the key—from 1600 to now
The Galápagos were a strategic thorn in the side of Spain from the first days of freebooting, when the lure of the Don's treasure ships drew swarms of buccaneers into the Pacific to harry the galleons lumbering north to Panama. For a century, the group furnished haven to the highwaymen of the seven seas, making mock of Spain's hold on Panama. Then came Spain's decline and the break-up of her American possessions into a parcel of turbulent republics; the Galápagos no more were visited by the merry gentlemen raiders of Old England, and only whalers chanced there to refit.
But with the reviving interest in the Pacific in the last of the 19th century, the Galápagos have figured more and more in the calculations of statesmen—in the Americas and elsewhere.
Once, when in 1894 Japan waged war on China, the sunrise flag of Nippon flew over the island for a short time—while the niceties of international law were evaded by Chile selling Japan a cruiser with the connivance of Ecuador.§ Several times has Europe been approached on the purchase of the Galápagos—especially France. But the spectre of the Monroe Doctrine has prevented these parlers from going too far. To the south, Chile, too, has been thought until recently to be desirous of possessing the group to realize her naval ambitions in the Ecuatorial Pacific.
§ The “sunrise flag of Nippon” never flew over Galápagos, and this may be a garbled reference to the sale of the Chilean cruiser Esmeralda. To side-step diplomatic complications, Chile sold the ship to Ecuador, which in turn sold it to Japan.
uncle sam rebuffed
The United States has not been blind to these overtures.
Under Harrison, Secretary of State Blaine attempted to get for this country the key to Panama. But Ecuador would have none of it.
Naval authorities long have urged the acquisition of the Galápagos. Ther is no doubt but that the secret files of the government would throw interesting light on why the negotiations of 1909 and 1911 came to nought. Our last attempt was an arrangement attempted between the United States and President Estrada to lease the Galápagos for 99 years, paying Ecuador $15,000,000. But Ecuador refused, the proposal being used by anti-government forces to bring about an upheaval. It is the stormy petrel of Ecuadoran politices—for politics only stand in the way of the settlement. Ecuador has just faced another revolt by men—the “outs”—using the pretext of a purported sale of the islands to the United States to raise trouble.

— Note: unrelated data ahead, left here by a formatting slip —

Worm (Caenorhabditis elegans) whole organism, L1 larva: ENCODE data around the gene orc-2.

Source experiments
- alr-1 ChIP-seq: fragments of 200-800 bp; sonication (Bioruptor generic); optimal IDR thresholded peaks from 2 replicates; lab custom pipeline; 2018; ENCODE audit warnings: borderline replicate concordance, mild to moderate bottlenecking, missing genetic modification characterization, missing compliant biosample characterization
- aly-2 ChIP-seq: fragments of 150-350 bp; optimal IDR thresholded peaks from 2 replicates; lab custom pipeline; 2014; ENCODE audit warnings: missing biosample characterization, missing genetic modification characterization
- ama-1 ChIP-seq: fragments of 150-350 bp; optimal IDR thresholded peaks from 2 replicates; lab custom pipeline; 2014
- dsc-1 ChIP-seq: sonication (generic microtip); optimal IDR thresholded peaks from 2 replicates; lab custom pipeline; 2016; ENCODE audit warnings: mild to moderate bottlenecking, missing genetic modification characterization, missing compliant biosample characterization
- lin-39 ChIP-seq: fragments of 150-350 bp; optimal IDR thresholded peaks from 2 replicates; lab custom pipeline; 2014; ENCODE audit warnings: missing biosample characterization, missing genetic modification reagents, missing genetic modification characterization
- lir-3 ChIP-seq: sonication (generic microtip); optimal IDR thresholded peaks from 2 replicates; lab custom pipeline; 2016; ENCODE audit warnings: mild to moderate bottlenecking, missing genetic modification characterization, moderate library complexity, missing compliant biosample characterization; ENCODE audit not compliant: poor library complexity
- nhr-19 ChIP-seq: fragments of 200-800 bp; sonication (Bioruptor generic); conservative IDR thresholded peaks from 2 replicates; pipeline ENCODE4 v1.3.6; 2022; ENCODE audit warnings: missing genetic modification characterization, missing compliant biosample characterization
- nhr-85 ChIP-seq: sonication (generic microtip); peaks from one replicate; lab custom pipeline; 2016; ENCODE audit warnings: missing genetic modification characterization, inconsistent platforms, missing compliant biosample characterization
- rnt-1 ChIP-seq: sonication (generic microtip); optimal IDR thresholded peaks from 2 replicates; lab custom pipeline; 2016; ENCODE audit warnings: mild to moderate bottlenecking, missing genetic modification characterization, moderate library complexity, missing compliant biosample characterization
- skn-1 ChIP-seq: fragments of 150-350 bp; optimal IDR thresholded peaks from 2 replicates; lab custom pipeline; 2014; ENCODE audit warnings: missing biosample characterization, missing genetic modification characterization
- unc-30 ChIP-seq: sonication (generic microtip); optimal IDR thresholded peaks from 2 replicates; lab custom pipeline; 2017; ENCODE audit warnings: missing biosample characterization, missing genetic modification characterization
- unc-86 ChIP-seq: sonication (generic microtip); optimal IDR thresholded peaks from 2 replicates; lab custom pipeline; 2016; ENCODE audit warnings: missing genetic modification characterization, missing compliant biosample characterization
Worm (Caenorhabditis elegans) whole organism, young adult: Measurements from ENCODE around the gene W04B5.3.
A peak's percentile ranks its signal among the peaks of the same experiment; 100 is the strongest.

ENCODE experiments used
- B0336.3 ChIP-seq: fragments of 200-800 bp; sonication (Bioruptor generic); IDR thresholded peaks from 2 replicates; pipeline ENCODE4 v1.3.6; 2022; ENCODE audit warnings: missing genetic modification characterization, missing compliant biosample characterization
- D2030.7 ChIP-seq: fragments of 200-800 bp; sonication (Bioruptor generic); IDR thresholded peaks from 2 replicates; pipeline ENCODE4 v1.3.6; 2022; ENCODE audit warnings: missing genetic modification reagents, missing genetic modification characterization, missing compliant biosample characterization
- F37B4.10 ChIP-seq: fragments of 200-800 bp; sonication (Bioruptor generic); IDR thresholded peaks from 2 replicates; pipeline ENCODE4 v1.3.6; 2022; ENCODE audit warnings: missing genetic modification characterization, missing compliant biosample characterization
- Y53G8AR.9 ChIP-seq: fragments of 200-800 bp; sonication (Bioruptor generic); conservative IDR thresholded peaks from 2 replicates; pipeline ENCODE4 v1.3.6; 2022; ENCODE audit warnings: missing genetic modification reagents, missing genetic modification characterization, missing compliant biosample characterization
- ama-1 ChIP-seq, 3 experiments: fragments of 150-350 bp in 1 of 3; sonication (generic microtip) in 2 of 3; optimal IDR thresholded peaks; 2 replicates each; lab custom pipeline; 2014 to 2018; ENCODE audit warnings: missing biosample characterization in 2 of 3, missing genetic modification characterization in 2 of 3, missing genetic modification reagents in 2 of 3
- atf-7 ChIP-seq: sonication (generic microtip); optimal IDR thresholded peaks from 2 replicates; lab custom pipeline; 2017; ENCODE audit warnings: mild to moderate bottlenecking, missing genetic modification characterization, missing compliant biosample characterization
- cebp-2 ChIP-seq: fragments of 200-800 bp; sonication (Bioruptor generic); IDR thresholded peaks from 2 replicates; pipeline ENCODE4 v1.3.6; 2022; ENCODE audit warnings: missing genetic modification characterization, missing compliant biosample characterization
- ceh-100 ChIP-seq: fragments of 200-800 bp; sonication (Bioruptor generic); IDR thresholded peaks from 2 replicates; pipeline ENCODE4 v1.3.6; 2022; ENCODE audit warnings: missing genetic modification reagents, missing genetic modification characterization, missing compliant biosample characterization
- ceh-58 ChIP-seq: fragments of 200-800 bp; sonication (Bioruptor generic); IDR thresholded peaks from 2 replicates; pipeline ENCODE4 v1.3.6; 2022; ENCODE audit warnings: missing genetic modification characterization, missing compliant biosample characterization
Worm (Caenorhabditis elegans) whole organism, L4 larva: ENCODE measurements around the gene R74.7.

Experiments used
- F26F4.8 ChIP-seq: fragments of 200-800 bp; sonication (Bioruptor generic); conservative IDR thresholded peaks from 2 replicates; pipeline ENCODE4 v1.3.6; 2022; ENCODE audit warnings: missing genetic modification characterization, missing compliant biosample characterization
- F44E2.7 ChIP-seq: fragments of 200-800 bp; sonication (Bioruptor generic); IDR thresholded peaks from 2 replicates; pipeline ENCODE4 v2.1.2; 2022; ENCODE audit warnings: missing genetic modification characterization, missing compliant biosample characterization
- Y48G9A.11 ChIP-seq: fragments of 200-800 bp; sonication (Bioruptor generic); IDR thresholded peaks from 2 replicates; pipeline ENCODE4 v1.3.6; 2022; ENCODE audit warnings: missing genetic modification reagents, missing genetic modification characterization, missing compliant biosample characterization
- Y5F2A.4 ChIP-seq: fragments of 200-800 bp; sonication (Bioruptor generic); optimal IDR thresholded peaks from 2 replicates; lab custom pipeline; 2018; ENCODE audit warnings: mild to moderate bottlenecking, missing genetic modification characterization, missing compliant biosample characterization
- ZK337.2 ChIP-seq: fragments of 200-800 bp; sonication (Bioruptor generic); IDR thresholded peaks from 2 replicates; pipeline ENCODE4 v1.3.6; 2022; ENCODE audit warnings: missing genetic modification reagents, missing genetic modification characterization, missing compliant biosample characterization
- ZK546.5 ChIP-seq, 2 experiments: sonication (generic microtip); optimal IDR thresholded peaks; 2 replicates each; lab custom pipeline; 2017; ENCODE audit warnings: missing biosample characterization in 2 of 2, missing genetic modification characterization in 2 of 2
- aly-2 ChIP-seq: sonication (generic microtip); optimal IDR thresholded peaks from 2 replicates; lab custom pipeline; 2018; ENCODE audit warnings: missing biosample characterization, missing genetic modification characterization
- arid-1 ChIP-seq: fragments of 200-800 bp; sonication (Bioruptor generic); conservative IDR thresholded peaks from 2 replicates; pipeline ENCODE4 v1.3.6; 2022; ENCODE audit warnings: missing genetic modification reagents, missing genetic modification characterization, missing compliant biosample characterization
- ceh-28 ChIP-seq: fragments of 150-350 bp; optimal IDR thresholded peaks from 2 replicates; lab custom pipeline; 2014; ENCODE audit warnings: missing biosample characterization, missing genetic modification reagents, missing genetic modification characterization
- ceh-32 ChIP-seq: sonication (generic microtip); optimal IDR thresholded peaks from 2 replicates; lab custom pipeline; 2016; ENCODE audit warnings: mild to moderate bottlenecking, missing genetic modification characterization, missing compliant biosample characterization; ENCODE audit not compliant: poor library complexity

There is thus a delicate situation to be met—but met it must be, for the safety of the United States and Panama.
This key to Panama is in the hands of a weak South American republic who cannot either prevent its wrong use or maintain it against attack.
So possessed, the Galápagos are a three-fold menace against Panama. War needs and war deeds well may seize upon this key.
What can we do? Unless the world of nations is to be made over by the Great War, the United States cannot risk the menace of the Galápagos commanding Panama.
There are four possibilities. First, American possession by outright sale; but this must be willingly acheived, and Ecuador objects. Second, Ecuador could lease us the islands in perpetuity; but this also has failed. Third, Ecuador might let the United States use them as a maneuver base for a short period—yet here again Ecuadoran sentiment has interposed a stumbling block. But the fourth way is to arrange a joint occupation of the Archipelago—Ecuador keeping her sovereignty intact, maintaining her colonial establishment and securing all the commercial advantages that could accrue in time of peace.
These [sic, The] United States would pledge the strong arm of America to maintain the Galápagos inviolable. America would guard—as Ecuador avowedly cannot—this key to Panama. Ecuador would keep this stake in the Pacific, and all the gain that could come from the piping times of peace. But the United States would know that Panama was safe, should peace on the Pacific be broken.